ColdFusion Bug Exploited by Cring Ransomware Gang (24th September 2021)

Ref# AL2021_29 | Date: Sep 24th 2021

Attackers have used an old Windows ColdFusion server to spread Cring Ransomware. Sophos researchers have revealed that an unknown threat actor exploited an ancient-in-internet-years vulnerability in an 11-year-old installation of Adobe ColdFusion 9 to take control of the ColdFusion server remotely, then to execute the ransomware on the server, and against other machines on the targets network.


The server running ColdFusion was running the Windows Server 2008 operating system, which Microsoft end-of-lifed in January, 2020. Adobe declared end-of-life for ColdFusion 9 in 2016. As a result, neither the operating system nor the ColdFusion software could be patched.

Despite the age of the software and the server, the attacker used fairly sophisticated techniques to conceal their files, inject code into memory, and cover their tracks by deleting logs and other artifacts that could be used in an investigation, off. The attackers breached the internet-facing server in minutes and executed the ransomware 79 hours later.

How It Works

It was found that the attackers were using an internet address assigned to Ukrainian ISP Green Floid, they began scanning the targets website using an automated tool to try to browse to more than 9000 paths on the targets website in just 76 seconds. The scans revealed that the web server was hosting valid files and URI paths specific to ColdFusion installations, such as /admin.cfm, /login.cfm, and /CFIDE/Administrator/.

The attackers then took advantage of CVE-2010-2861, a set of directory traversal vulnerabilities in the administrator console in Adobe ColdFusion 9.0.1 and earlier that could be used by remote attackers to read arbitrary files, such as those containing administrator password hashes (“”).

In the next stage, the attacker is believed to have exploited another vulnerability in ColdFusion, CVE-2009-3960, which permits a remote attacker to inject data through an abuse of ColdFusions XML handling not to mention disarm security products by capitalizing on the fact that tamper-protection functionalities were turned protocols.This allowed them to upload a malicious Cascading Stylesheet (CSS) file to the server, consequently using it to load a Cobalt Strike Beacon executable. This binary, then, acted as a channel for the remote attackers to drop additional payloads, create a user account with admin privileges, and even disable endpoint protection systems and anti-malware engines like Windows Defender, before commencing the encryption process.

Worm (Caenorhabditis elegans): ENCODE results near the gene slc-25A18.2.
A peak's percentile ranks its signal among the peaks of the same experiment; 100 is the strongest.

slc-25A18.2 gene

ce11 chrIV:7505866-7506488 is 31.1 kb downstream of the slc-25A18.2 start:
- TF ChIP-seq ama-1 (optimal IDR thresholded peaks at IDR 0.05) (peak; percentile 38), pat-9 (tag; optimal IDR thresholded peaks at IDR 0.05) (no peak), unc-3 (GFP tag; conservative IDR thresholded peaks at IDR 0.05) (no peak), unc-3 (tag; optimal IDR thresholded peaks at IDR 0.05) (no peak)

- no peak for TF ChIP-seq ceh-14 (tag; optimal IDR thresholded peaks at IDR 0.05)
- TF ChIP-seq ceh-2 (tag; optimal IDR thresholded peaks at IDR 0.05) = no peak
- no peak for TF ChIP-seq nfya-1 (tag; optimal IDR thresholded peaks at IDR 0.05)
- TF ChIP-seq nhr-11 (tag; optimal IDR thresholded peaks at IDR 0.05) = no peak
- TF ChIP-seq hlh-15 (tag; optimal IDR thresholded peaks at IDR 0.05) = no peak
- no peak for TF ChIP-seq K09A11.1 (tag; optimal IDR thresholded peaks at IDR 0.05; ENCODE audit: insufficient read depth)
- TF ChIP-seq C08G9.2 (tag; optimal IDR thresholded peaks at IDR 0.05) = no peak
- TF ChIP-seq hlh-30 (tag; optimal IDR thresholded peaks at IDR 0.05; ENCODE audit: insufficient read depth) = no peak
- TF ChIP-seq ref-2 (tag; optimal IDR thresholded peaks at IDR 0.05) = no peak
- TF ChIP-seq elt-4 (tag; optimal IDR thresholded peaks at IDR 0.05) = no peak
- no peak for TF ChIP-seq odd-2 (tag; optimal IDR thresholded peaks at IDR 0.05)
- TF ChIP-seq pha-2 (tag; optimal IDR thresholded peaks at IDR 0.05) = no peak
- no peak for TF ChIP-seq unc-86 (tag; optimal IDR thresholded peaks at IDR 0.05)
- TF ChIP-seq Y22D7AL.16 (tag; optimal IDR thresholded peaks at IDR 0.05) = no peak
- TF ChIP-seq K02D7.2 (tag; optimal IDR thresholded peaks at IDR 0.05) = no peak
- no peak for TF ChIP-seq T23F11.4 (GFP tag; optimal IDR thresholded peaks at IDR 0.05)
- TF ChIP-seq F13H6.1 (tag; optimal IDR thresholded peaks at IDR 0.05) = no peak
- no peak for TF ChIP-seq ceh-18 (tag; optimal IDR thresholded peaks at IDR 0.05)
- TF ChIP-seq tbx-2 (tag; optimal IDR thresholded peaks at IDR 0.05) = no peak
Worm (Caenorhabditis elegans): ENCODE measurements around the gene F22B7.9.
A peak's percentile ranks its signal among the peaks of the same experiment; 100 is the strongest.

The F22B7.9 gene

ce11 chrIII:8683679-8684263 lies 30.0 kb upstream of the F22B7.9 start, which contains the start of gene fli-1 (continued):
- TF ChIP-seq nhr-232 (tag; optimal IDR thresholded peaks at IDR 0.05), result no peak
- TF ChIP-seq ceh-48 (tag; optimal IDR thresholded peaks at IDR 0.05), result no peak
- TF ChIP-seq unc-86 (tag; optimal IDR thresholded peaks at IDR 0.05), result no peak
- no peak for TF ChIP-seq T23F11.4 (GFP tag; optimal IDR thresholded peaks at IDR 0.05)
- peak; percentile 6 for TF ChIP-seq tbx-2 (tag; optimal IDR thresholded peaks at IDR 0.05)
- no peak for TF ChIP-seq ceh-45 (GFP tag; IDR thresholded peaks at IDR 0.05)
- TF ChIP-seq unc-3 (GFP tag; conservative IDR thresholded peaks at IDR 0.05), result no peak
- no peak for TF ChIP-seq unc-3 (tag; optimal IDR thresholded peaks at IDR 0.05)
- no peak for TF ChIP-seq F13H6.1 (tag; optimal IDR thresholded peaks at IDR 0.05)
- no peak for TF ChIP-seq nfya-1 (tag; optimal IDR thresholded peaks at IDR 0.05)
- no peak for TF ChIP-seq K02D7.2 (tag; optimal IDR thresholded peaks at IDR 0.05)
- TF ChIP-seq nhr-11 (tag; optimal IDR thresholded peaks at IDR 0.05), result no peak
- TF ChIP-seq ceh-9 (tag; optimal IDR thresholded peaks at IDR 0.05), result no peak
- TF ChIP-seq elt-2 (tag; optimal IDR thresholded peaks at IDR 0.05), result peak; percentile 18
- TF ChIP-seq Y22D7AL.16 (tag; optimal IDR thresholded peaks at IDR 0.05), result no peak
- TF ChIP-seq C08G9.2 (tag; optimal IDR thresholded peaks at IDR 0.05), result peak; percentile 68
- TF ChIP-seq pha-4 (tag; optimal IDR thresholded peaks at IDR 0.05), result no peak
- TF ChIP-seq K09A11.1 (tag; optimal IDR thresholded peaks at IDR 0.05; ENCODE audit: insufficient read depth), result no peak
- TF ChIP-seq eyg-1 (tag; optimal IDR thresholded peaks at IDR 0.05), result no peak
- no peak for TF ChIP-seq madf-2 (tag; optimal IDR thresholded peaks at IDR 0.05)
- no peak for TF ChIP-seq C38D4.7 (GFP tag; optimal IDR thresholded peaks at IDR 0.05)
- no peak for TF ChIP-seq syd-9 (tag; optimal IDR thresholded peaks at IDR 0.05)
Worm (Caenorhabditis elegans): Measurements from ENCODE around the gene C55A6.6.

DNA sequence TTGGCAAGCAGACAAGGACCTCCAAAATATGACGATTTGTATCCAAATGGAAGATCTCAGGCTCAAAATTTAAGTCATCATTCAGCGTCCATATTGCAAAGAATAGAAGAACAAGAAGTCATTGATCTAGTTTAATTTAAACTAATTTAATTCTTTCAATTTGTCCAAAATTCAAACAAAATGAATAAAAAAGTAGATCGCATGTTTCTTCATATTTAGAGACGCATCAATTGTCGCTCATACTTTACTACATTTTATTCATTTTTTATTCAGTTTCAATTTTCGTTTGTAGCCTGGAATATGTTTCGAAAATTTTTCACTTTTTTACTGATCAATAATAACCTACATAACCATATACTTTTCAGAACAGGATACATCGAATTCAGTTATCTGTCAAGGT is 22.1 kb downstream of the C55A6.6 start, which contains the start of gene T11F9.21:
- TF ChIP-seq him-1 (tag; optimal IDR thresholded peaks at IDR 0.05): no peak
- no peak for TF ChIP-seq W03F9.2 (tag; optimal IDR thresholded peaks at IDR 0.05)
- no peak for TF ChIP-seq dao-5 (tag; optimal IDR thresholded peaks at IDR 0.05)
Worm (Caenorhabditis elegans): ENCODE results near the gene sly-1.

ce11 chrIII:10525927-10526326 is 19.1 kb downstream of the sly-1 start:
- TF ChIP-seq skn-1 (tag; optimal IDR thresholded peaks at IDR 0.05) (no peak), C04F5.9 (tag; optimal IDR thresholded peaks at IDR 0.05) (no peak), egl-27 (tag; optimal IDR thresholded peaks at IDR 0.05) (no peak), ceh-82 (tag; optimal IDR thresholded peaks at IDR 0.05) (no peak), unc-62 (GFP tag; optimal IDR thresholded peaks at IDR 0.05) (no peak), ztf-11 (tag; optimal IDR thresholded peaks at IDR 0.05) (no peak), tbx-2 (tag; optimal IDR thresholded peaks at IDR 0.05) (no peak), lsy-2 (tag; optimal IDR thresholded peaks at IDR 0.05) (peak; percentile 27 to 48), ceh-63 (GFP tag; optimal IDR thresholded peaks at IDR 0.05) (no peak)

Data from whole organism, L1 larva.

The following best practices are recommended to help defend against Cring and other types of ransomware and related cyberattacks:

  • Deploy Antivirus Protection. As more ransomware attacks begin to involve extortion, backups remain necessary, but insufficient. It is more important to keep attackers out or detect them before they can cause harm. Always ensure that you have a reputable antivirus software installed on your systems.
  • Keep Windows and other operating systems and software up to date. This also means double checking that patches have been installed correctly and are in place for critical systems like internet-facing machines or domain controllers.
  • Monitor and respond to alerts. Ensure the appropriate tools, processes, and resources (people) are available to monitor, investigate and respond to threats seen in the environment.
  • Set and enforce strong passwords. Strong passwords serve as one of the first lines of defense. Passwords should be unique or complex and never re-used.
  • Use Multi Factor Authentication (MFA). Strong passwords can be compromised. Any form of multifactor authentication is better than none for securing access to critical resources.
  • Lock down accessible services. Perform network scans from the outside and identify and lock down the ports commonly used by VNC, RDP, or other remote access tools. If a machine needs to be reachable using a remote management tool, put that tool behind a VPN.
  • Make offline backups of information and applications. Keep backups up to date, ensure their recoverability and keep a copy offline.
  • Audit Active Directory (AD). Conduct regular audits on all accounts in AD, ensuring that none have more access than is needed for their purpose. Disable accounts for departing employees as soon as they leave the company.

The Guyana National CIRT recommends that users and administrators review this alert and apply it where necessary.
PDF Download: ColdFusion Bug Exploited by Cring Ransomware Gang.pdf


Lakshmanan, Ravie. (2021, September 21). Cring Ransomware Gang Exploits 11- Year-Old ColdFusion Bug. Retrieved from The Hackers News: year.html

Brandt, Andrew. (2021, September 21). Cring ransomware group exploits ancient ColdFusion server. Retrieved from Sophos News: us/2021/09/21/cring-ransomware-group-expl oits-ancient-coldfusion-server/